Enhancing Backyard Poultry Enterprise Performance in the Techiman Area of Ghana: A Value Chain Approach
Charles K. Asem-Bansah; Owuraku Sakyi-Dawson; E.E. Ackah-Nyamike; Esi K. Colecraft
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Global Livestock CRSP, University of California- Davis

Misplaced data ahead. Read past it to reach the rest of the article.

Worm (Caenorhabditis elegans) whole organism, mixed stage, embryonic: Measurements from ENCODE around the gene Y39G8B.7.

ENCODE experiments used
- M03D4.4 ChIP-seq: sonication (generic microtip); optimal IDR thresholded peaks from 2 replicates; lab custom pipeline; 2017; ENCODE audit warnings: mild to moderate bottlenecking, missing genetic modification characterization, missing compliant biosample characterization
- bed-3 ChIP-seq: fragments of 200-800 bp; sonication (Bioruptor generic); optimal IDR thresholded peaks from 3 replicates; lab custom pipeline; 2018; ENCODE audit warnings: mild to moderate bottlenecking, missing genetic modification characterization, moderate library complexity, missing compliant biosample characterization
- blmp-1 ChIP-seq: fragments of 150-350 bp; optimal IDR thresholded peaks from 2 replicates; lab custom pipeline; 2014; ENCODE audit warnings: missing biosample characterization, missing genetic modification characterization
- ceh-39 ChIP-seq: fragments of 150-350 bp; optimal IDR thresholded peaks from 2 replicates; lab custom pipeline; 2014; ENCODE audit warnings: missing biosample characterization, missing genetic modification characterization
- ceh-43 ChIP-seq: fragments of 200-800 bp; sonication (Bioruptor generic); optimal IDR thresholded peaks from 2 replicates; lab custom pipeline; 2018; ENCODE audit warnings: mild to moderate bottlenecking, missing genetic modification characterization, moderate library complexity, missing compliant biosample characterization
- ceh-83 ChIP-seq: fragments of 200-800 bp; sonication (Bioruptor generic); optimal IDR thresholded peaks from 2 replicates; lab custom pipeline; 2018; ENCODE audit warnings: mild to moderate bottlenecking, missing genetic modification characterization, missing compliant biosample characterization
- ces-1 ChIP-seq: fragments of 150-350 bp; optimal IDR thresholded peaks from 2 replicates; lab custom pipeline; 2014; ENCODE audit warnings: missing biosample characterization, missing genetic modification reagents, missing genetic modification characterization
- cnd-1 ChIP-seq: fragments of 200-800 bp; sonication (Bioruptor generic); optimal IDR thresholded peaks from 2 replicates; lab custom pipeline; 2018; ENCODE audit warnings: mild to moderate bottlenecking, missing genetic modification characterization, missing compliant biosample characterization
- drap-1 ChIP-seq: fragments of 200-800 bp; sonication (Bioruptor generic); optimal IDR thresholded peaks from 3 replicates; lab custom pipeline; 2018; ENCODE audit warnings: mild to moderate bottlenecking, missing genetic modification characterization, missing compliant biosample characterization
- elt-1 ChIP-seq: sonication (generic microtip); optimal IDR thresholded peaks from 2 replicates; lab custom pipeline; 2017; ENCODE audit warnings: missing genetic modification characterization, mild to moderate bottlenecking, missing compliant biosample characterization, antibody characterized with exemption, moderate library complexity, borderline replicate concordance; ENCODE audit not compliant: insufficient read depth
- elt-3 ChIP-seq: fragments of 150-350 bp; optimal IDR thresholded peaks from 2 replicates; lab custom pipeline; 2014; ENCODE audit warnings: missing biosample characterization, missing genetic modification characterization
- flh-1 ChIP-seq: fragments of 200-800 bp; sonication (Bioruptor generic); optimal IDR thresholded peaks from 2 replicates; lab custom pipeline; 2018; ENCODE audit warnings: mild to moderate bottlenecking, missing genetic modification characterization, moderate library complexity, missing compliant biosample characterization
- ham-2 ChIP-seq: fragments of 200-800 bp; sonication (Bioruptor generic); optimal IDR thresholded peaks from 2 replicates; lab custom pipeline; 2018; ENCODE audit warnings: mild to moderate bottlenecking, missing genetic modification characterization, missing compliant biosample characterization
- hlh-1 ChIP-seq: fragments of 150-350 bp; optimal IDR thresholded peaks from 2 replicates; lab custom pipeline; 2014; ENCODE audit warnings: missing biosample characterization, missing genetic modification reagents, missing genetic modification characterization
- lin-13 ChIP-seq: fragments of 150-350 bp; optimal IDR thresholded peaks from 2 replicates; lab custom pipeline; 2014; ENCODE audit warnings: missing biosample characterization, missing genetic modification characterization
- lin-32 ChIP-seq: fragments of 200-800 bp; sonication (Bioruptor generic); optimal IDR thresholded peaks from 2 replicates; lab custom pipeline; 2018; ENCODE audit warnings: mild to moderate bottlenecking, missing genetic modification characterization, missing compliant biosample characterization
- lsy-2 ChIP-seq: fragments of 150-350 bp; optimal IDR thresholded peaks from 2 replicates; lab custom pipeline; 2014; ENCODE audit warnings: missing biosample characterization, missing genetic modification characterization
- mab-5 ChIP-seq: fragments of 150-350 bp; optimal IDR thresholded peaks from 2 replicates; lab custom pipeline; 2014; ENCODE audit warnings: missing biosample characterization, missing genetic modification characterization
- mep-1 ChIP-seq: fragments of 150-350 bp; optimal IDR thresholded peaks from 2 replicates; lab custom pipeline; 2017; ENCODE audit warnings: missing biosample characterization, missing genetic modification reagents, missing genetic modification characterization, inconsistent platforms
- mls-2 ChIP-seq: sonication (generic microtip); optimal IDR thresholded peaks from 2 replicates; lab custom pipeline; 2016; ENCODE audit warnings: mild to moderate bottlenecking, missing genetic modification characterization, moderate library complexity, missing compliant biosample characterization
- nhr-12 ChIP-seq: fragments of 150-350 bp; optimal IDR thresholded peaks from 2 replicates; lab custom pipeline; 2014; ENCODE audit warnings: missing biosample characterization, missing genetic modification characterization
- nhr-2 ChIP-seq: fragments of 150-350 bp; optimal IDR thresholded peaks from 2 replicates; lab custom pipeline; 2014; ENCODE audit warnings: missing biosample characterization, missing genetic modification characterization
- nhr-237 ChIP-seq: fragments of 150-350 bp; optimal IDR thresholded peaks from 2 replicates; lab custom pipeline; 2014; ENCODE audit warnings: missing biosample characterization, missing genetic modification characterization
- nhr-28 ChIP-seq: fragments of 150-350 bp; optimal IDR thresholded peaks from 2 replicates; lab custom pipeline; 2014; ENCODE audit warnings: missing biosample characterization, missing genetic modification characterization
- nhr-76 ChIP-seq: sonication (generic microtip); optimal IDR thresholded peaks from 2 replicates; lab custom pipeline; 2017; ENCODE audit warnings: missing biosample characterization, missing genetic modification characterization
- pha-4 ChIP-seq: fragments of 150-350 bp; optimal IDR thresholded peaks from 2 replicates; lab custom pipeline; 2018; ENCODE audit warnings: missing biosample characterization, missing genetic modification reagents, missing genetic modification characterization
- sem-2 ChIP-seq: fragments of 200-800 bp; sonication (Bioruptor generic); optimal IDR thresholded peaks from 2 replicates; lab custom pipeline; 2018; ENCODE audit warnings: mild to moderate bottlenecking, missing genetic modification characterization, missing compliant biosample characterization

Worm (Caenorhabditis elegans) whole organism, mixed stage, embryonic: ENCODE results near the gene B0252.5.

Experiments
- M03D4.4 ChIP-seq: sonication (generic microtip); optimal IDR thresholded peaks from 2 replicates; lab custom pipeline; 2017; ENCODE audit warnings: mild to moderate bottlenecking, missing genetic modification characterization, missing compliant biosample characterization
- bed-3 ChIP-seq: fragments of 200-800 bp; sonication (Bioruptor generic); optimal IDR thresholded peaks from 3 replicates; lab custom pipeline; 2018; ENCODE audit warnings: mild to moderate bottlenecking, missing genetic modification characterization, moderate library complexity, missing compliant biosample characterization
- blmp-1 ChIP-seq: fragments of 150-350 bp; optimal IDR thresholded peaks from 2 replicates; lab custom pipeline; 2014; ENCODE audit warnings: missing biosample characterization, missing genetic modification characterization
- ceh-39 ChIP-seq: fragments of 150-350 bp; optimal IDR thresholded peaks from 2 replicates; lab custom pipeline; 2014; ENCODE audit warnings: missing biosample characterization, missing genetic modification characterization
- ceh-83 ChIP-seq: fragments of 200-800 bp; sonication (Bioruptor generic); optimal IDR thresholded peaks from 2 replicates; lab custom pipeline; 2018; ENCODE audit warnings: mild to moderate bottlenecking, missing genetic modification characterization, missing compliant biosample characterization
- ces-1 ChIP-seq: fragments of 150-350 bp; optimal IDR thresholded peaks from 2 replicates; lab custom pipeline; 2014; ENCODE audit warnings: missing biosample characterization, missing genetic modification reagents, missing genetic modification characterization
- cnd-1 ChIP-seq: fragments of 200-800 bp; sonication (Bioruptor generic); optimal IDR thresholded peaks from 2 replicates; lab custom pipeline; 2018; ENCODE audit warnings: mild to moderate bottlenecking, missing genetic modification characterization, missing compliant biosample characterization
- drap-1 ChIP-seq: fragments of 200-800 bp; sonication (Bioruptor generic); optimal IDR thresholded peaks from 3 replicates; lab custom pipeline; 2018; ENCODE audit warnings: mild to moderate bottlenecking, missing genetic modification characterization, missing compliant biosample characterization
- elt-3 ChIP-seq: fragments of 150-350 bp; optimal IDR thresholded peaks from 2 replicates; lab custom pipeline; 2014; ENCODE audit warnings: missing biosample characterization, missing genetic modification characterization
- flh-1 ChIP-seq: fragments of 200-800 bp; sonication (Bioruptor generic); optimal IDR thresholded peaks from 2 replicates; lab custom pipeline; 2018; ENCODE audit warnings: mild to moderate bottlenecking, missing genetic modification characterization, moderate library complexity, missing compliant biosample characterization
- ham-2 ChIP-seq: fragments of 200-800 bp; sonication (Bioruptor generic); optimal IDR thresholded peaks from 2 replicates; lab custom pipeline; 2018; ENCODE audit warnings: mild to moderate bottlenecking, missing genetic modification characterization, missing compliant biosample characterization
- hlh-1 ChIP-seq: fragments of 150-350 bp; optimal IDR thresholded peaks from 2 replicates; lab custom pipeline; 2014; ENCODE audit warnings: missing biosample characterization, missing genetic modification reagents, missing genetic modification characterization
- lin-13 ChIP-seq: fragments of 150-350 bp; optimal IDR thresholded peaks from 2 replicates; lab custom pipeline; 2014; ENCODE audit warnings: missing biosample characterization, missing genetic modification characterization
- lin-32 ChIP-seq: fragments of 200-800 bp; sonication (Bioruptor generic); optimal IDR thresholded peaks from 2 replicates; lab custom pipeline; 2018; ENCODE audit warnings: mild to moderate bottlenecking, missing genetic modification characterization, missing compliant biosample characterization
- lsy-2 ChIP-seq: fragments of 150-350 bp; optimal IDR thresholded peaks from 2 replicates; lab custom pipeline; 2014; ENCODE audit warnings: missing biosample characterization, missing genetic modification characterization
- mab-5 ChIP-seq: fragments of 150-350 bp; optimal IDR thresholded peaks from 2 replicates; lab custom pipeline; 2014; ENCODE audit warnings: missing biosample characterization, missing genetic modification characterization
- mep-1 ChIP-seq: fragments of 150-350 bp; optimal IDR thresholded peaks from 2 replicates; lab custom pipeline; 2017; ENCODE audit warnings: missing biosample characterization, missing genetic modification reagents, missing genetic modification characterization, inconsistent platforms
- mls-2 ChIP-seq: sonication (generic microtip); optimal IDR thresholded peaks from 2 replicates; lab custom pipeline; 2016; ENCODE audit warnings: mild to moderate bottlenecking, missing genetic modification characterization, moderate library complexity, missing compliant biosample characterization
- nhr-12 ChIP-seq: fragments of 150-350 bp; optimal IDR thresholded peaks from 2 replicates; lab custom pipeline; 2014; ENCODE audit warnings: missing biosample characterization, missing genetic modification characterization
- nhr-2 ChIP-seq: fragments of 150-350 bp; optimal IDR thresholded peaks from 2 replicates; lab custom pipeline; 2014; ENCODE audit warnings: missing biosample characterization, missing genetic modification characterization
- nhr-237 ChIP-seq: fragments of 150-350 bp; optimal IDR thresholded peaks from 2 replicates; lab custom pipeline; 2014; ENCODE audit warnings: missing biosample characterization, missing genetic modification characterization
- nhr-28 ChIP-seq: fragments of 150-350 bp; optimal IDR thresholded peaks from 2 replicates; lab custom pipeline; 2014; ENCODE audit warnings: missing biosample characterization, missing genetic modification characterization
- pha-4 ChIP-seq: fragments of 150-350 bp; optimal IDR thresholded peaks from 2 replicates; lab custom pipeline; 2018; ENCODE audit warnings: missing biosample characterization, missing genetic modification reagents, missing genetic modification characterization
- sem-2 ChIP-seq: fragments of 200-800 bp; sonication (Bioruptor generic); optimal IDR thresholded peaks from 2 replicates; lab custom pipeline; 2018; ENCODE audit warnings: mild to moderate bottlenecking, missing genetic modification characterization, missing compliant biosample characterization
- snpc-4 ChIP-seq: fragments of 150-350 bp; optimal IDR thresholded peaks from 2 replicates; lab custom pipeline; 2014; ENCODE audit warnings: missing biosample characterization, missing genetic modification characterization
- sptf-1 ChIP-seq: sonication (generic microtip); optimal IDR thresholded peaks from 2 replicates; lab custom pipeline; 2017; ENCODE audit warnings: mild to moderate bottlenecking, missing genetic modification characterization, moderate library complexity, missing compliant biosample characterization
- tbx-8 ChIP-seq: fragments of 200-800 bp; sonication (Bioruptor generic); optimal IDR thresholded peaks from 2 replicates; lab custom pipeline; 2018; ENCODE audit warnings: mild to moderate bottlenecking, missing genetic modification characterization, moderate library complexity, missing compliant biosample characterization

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Abstract: Backyard poultry enterprise is one of the enterprise development interventions for the Enhancing Child Nutrition through Animal Source food Management (ENAM) project designed to address the effects of poverty on household food security and child nutrition in Ghana. The value chain approach was used to examine how the involvement of different actors, activities of actors and relationships between actors, including value chain support services, affects its performance and how these can be improved. Qualitative data were collected via group and individual interviews with community key informants, backyard chicken farmers, backyard chicken farm input dealers, backyard chicken farm product dealers, backyard poultry farm product consumers, traditional community leaders and extension service providers. A total of 80 respondents were interviewed and findings revealed the existence of a significant market for indigenous backyard chicken. However, constraints such as diseases, poor market organization, low level of cooperation among producers, and limited levels of support services to the industry were preventing the industry from seizing that opportunity. Team members also identified the opportunities that exist to strengthen the weak links precipitated by the constraints along the backyard poultry value chain. Recommendations for the appropriate organization of the ENAM project intensive backyard poultry egg production to ensure high performance and sustainability in the Techiman area are provided. In many cases, government intervention, assistance and regulation is necessary. For example, if the control of Newcastle disease, a major challenge to the enterprise, can become a free public good, a very challenging obstacle to the viability of backyard poultry production can be removed.